Kudos, gentlemen.

A Wins Produced perspective on Lawrence Frank

It appears as though Joe Dumars and Tom Gores have found the next coach of the Detroit Pistons – Lawrence Frank.

Most recently, Frank is known for leading the New Jersey Nets to the worst start in NBA history. But before falling to such record-breaking lows, Lawrence Frank found significant success in New Jersey.

In what follows, I will briefly examine Frank’s five full seasons with the New Jersey Nets (leaving out the partial seasons of 03-04 and 09-10) through the lens of Wins Produced in hopes of revealing what he might accomplish in Detroit.

For those new to Wins Produced, feel free to check out the Required Reading page for an introduction. As always, we’re powered by Nerd Numbers.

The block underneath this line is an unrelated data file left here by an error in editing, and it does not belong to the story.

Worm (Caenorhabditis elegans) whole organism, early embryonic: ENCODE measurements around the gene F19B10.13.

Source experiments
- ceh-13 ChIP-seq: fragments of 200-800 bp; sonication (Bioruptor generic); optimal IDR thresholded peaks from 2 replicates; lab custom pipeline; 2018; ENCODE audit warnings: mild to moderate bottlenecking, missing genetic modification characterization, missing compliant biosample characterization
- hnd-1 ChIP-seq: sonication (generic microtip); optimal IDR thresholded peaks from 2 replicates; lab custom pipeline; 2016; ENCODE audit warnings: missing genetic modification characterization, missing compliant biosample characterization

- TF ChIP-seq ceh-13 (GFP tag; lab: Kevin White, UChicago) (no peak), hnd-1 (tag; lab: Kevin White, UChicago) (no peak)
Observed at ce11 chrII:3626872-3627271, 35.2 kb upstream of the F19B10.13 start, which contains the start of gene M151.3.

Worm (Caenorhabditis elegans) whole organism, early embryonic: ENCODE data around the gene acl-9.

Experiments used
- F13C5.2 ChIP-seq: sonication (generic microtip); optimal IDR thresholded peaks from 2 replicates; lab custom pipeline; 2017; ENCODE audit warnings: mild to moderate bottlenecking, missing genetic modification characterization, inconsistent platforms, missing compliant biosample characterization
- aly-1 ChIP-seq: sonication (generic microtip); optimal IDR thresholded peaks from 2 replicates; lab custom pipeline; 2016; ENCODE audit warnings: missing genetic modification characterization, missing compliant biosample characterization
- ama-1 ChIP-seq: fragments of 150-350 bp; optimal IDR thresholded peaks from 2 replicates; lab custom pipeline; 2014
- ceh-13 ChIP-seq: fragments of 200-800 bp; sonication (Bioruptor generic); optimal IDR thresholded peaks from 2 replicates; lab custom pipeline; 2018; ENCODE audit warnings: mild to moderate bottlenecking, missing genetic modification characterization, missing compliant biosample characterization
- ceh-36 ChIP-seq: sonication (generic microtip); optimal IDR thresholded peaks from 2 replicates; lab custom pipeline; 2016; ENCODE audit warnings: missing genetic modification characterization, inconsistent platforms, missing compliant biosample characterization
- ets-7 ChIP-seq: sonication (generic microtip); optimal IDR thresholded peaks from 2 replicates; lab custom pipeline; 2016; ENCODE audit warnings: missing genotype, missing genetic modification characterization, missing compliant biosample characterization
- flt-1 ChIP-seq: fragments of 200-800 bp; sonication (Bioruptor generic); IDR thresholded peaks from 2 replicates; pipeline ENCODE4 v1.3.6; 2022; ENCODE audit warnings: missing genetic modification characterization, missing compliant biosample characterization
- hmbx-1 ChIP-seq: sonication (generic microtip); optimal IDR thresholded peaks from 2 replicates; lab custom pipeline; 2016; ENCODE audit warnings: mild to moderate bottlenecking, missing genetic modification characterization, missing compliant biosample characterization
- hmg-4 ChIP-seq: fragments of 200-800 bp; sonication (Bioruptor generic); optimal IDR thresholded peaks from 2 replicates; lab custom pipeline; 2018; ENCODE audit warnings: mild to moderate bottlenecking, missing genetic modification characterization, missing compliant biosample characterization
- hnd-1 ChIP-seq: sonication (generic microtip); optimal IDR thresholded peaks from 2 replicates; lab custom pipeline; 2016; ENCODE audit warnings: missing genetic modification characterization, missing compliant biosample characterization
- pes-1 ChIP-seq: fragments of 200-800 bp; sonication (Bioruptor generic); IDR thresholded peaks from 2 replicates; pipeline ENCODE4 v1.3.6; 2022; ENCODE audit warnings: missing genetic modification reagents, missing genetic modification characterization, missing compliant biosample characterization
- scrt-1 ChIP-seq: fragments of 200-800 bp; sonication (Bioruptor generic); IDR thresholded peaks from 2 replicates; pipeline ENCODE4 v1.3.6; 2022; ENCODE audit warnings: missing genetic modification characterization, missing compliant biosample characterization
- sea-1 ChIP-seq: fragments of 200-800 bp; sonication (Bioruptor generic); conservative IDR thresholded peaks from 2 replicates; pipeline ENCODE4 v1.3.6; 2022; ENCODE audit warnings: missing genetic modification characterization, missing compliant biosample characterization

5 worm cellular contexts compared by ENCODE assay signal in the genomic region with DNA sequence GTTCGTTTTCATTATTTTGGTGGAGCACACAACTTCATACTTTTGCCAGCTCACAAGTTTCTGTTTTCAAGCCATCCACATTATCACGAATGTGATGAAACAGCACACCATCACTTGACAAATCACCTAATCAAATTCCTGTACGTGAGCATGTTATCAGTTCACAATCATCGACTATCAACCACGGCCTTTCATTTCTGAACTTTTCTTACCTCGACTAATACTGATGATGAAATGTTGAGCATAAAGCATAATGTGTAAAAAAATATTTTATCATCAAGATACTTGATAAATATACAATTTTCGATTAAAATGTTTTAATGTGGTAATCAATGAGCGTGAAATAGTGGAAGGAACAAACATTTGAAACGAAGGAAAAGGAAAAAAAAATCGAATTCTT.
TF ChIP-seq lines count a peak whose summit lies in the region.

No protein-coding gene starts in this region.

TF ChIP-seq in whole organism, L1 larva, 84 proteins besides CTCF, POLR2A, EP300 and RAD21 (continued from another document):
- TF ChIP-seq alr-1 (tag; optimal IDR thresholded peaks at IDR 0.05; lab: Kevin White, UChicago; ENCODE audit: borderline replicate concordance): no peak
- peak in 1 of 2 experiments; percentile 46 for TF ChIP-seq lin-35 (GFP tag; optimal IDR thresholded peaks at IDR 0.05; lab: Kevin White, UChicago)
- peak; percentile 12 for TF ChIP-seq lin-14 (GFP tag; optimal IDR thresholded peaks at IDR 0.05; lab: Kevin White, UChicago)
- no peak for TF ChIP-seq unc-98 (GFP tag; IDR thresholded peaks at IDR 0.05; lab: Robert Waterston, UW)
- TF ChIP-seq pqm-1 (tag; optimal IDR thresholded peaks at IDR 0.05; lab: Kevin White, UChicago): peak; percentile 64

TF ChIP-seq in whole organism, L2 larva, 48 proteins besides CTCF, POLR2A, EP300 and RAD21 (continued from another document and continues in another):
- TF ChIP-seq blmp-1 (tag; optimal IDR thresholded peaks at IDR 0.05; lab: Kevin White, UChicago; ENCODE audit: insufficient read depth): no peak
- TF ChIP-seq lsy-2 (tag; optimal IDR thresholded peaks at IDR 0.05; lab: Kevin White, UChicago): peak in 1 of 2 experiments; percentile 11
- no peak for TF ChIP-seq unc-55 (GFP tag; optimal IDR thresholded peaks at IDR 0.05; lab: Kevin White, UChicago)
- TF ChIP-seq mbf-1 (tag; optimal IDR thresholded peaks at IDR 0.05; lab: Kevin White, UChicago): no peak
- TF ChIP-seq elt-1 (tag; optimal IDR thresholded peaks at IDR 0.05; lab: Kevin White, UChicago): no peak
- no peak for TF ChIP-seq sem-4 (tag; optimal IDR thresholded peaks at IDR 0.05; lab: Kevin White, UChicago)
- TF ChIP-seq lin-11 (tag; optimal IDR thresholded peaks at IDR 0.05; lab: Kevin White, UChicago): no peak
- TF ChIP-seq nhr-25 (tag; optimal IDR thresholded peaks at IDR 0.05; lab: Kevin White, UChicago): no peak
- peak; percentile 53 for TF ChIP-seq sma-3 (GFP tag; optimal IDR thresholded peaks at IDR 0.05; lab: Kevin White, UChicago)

First, some spreadsheets (also available via Google Docs here), then some commentary.

Frank 04-05

Frank 05-06

Frank 06-07

Frank 07-08

Frank 08-09

First, it’s pretty obvious that like all winning coaches, Frank’s success in New Jersey was driven by quality players. When Jefferson, Vinsanity, and Kidd were young, healthy, and productive, Frank looked like a pretty good coach. But when injuries and age started catching up with that core trio, New Jersey struggled to win basketball games.

The clearest example of quality players driving wins in New Jersey is the mid-season trade of Devin Harris for Jason Kidd. Subtract a productive veteran and replace with a middling upstart, and what do you get? Unfortunately for Lawrence Frank, you eventually get to start looking for a new job.

Frank’s story in New Jersey once again demonstrates that first and foremost, winning coaches are a product of winning players, not the other way around.

The obvious implication for Pistons fans is that we don’t have any true star power like Kidd or Carter (yet), so we shouldn’t expect Frank’s coaching prowess to propel us from cellar dweller status.